The designer whose claims in tonight’s Panorama that some games developers are deliberately employing psychologically addictive techniques to keep users playing their games has elaborated on his argument.
Adrian Hon, the founder and CCO of Six to Start and former director of play at Moshi Monsters creators Mind Candy, points out that not all engagement with games is positive.
“Does this mean that games are addictive? In a strict sense, no,” he writes in the Telegraph. “Addiction refers to the ingestion of substances that directly alter the brain’s chemistry, and since you can’t eat videogames, they don’t qualify.
“Having said that, it’s generally accepted that gambling, eating, shopping and watching TV – under the right circumstances – can generate compulsive behaviours among a minority of people. Whether you call it addiction or not doesn’t change the harmful effects.”
Hon, who confesses to having annoyed his girlfriend by staying up all night playing Civilization V, then argues that games are indeed a special case.
“Games are unusual, both because they are relatively new, and because designers can use a suite of techniques to make their games more compelling,” he insists. “Some you may have heard of, such as variable ratio reinforcement (similar to slot machines, where players receive rewards on a random schedule) and avoidance (where players are punished for not playing enough, as seen in Farmville’s withering of crops).
“Others, like the compulsion loop, rely on providing players with a never-ending sequence of new content and goals.
“There’s nothing secret about these techniques – they’re frequently discussed in games conferences and textbooks – and, in principle, there’s nothing wrong with using them to help guide and encourage players through difficult parts of a game.
“In some ways, they’re no worse than using cliff-hangers in soap operas or penny dreadfuls to encourage audiences to keep coming back [a point raised in MCV in our reaction to tonight’s Panorama].
“But the simple fact is that they are more powerful, and they have the capacity to create incredibly compulsive behaviours, even if the game itself is relatively small and empty, and afterwards you feel like you’ve wasted your time.”
This, arguably, is where Hon’s stance begins to weaken. The science behind his models of behaviour is fascinating, but the lack of any concrete evidence about the effects of games addiction means that most criticism of it always falls back to the same thing – games are ‘different’. In this case Hon argues they are “more powerful” and “have the capacity to create incredibly compulsive behaviours”. Where’s the evidence for that?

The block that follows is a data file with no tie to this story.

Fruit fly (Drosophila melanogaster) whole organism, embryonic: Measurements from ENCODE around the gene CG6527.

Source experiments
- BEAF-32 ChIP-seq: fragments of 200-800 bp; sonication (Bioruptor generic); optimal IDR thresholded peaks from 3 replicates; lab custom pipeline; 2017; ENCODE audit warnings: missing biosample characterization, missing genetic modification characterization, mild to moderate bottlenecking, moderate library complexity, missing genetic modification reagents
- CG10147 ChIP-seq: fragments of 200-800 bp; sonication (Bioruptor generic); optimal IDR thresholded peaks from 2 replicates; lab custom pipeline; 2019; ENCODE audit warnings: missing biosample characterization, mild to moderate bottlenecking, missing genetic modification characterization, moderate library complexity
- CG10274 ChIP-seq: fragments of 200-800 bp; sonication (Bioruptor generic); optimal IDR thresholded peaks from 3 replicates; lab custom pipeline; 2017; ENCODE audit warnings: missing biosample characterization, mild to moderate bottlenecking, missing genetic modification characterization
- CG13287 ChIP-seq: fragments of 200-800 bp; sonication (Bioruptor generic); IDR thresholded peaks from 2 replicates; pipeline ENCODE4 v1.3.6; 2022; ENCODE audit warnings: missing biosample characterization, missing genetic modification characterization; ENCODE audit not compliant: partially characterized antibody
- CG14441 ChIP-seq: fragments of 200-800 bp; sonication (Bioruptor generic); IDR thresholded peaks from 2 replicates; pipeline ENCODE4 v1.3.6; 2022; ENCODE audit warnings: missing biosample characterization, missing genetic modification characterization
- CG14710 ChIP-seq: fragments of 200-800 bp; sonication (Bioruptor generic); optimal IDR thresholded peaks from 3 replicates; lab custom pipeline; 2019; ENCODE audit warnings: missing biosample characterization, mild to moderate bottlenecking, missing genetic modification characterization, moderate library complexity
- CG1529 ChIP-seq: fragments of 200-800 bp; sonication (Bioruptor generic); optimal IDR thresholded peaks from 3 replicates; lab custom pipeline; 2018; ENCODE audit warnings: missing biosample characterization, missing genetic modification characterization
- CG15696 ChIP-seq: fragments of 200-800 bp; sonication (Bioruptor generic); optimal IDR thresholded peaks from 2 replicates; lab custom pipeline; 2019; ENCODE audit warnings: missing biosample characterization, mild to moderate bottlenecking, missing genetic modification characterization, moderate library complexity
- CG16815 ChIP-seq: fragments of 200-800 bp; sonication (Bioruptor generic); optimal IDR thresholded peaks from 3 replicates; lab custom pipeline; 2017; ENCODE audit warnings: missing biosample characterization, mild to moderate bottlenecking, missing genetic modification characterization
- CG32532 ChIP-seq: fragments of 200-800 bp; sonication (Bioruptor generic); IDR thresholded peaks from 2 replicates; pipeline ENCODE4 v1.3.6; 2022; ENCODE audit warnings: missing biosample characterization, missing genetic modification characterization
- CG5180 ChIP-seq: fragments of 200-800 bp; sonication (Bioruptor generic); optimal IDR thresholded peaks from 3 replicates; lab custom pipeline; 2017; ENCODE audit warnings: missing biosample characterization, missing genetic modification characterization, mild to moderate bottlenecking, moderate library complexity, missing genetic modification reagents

“Part of the reason why we don’t hear more about compulsive behaviour in games is that the subject has been buried under a mountain of more serious (yet also ridiculous and unsupportable) assertions, such as the notion that games cause violence or rot young brains,” Hon continues.
“The games industry has rightly opposed these neanderthal-like ideas, but unfortunately the battle with the media has created an adversarial relationship and caused gamers to become incredibly defensive – despite the fact that everyone who makes and plays games knows that in rare cases, they can lead to compulsive behaviour, but no one really wants to say or do anything about it.”
Though Hon concedes that cases of video games addiction are incredibly rare, he again argues that games must be differentiated from other media such as movies or TV.
“Yes, TV shows are driven by commercial motives and try to be just as manipulative as games with their incessant cliff-hangers, but a show with cliff-hanger every 30 minutes pales in comparison to games containing ‘mini-cliff-hangers’ every 30 seconds,” he argues.
However, he then tries to claim that titles such as Gran Turismo or Grand Theft Auto have no active interest in manipulating the gamer to carry on playing.
“If you’re making a boxed game like Gran Turismo or Grand Theft Auto, making your game incredibly compulsive doesn’t necessarily help sales, since you get the same amount of money whether your customer plays it for four hours or 40,” he claims.
“But if you’re making a persistent online game that relies on subscriptions and microtransactions, then it’s very much in your financial interest to keep people playing as much as possible, for as long as possible. With investors and shareholders’ demands for constant growth, it’s hard to resist the siren call of techniques like compulsion loops and avoidance. The question of ‘fun’ becomes incidental – what matters is making money.”
Of course, online games have an added incentive to encourage heavy use. But to say that console titles have no such remit is ludicrous. Were Gran Turismo not a compulsive title would people still be buying the game five iterations down the line? Would GTAV be awaited with such enthusiasm had punters not enjoyed GTA, GTA2, GTAIII or GTAIV?
And what of digital content? If you didn’t play GTAIV for long then why on earth would you consider dropping 2400 Microsoft Points on the post-release DLC?
“Games provide fun and amazing experiences for billions of people, and they’re not about to go away,” Hon concludes. “But like everyone else, developers have commercial as well as artistic motivations, and in the race to create the next cash cow game, it’s possible that a small minority of players could be harmed by the very techniques that keep people playing. As a society, we need to be aware of that, and we need to be responsible.”